KANDAHAR AIR FIELD, Afghanistan — You can just make out the words: “All Gave Some, Some Gave All,” engraved on a concrete wall erected as a monument to fallen U.S. soldiers at what used to be Forward Operating Base Sweeney in Zabul province.
That’s one of the few clues that the base was once home to a platoon of U.S. soldiers in this isolated corner of southern Afghanistan.
The recreation room in an ancient concrete shed where soldiers used to play video games and watch movies has become an office for Afghan soldiers from the kandak (battalion) now responsible for security in the surrounding district.
Nearby, the Afghans, who call the base Shinkay, after the district, have built a large wooden pagoda and filled it with comfortable red cushions as a place to serve VIP guests tea and nuts.
Much of the infrastructure that supported the U.S. troops at the base, such as portable latrines and showers, is still in place, but when soldiers from 3rd Brigade, 1st Infantry Division spent the night there recently while supporting Afghan troops on a mission, they had to rough it — sleeping on the ground next to their vehicles that ringed the base’s landing zone — like a wagon train from the Old West.
Trapped in translation
Interpreters, or “terps” in soldier-speak, are vital for anyone who needs to communicate with an Afghan counterpart or local residents.
But interpreters have minds of their own.
That can, occasionally, lead to exchanges where it’s clear that the interpreter is conveying something that does not reflect what was said.
Sometimes that’s a product of their tenuous grasp of the English language. Other times it can seem that the interpreter thinks he is the one governing the exchange.
The problem is compounded for embedded reporters who regularly “borrow” interpreters contracted to the U.S. military. On a recent visit to a police post in Kandahar province, an attempt to interview the local commander went something like this:
Reporter: “You say that the people have more income thanks to better production on their farms stemming from education and irrigation projects run by the international community. What are they spending the extra income on?”
Interpreter: “That is a bad question. He doesn’t ask people what they spend their money on.”
Reporter: “Is there much support for the Taliban in your district (a deeply conservative region of southern Afghanistan that has been a hotbed of the insurgency).”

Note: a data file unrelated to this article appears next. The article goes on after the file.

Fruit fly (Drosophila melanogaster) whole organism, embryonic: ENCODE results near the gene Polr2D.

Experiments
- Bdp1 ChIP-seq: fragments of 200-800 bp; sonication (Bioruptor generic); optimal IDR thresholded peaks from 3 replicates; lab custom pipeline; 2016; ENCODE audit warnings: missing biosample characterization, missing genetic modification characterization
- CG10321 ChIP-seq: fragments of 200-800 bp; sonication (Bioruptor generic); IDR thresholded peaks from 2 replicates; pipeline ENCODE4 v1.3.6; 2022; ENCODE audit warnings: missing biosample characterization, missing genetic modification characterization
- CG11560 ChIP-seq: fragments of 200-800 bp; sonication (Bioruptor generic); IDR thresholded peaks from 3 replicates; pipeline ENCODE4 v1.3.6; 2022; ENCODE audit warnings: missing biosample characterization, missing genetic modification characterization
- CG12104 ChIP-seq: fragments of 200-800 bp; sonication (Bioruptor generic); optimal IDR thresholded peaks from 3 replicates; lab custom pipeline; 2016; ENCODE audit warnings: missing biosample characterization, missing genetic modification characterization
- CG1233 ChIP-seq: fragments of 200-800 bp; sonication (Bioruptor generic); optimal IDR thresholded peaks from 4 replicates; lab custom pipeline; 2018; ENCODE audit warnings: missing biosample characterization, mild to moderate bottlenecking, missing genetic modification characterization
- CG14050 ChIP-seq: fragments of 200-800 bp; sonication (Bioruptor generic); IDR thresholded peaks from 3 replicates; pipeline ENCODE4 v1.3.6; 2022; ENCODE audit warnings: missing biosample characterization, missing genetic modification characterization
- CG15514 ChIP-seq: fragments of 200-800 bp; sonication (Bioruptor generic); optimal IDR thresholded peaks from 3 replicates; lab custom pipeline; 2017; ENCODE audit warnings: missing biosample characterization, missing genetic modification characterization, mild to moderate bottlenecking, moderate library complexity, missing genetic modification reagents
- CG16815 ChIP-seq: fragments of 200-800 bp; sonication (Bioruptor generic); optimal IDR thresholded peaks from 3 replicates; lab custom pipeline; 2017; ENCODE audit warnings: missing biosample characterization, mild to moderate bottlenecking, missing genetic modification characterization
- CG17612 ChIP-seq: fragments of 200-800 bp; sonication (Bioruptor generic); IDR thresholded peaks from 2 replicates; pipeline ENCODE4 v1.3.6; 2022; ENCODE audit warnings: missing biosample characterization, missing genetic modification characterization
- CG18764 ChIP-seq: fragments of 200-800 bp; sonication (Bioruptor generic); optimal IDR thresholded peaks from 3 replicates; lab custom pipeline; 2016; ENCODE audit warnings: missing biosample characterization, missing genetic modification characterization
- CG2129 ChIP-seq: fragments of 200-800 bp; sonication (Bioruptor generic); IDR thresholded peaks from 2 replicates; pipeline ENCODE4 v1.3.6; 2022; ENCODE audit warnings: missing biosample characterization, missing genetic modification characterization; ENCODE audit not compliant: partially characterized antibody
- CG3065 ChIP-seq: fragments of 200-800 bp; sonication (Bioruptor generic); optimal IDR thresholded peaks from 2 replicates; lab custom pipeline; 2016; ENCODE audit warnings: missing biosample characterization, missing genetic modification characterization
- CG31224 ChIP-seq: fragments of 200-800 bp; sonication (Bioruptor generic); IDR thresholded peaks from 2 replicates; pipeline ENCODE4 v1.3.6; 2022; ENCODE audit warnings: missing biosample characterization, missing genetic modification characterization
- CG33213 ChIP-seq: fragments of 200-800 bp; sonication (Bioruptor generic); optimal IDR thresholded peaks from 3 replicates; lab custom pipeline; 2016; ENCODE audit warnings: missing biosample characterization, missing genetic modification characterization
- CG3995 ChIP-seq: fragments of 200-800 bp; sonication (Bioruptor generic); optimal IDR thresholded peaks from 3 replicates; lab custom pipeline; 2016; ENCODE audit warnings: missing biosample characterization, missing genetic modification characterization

Interpreter: “That is also a bad question. I am not going to ask that. Why would anyone support the Taliban?”
The singing policeman
The deep tenor of former New York police officer Daniel Rodriguez’s voice pierced the Afghan night in a place where the whirr of helicopter rotors and roar of jet engines are the norm.
The words to Nessun Dorma (None Shall Sleep) from the final act of Giacomo Puccini’s opera Turandot were in Italian but seemed to hold all the emotion that can be expressed by a man who — a block-and-a-half from Ground Zero when the Twin Towers fell — was making his first journey to a different sort of war-zone, half-a-world away.
Rodriguez, 49, sang the classic aria, a favorite of Italian opera great Luciano Pavarotti, for firefighters at Kandahar Air Field earlier this month as part of a trip to promote the Tunnel to Towers Foundation.
The foundation honors the memory of New York firefighter Stephen Siller, who ran 3.2 miles from the Brooklyn Battery Tunnel to the World Trade Center with his gear to help with the rescue effort. He died when the South Tower collapsed.
Rodriguez was one of those who watched in horror as the buildings fell.
“It was apocalyptic,” he said. “I was living the horror just watching those things pancake down.”
After the disaster, Rodriguez, who studied under Placido Domingo and was already the New York Police Department’s official National Anthem singer, was invited to sing Prayer for America at Yankee Stadium.
In 2004 he retired from the police to become a full-time recording artist. He has sung many operatic roles with some of the genre’s leading lights and recently released his fifth solo album.
However, his singing was an unexpected bit of entertainment for the troops at Kandahar.
Army Maj. Adam Anderson, 43, of Fayetteville, Ga., who is in Afghanistan with the 335th Signal Command, said he became an opera fan after hearing Rodriguez.
“It was a great morale boost and he gave us the story in English so you knew what he was singing about beforehand,” he said.
When he wasn’t singing, Rodriguez was telling soldiers about the Tunnel To Towers Foundation, which organizes an annual run retracing Siller’s steps to Ground Zero. The first run attracted 1,500 people and last year 35,000 took part. The run will take place on Sept. 29.
Troops at Kandahar ran 3.2 miles on Sept. 14 in honor of Siller.
The pilgrimage to Afghanistan seems to have boosted the singing policeman’s morale as much as that of the troops.
“Whatever the politics are, soldiers go where they are ordered,” he said. “They make an oath to protect and serve. I’m here because of that day (9/11) and so are they.”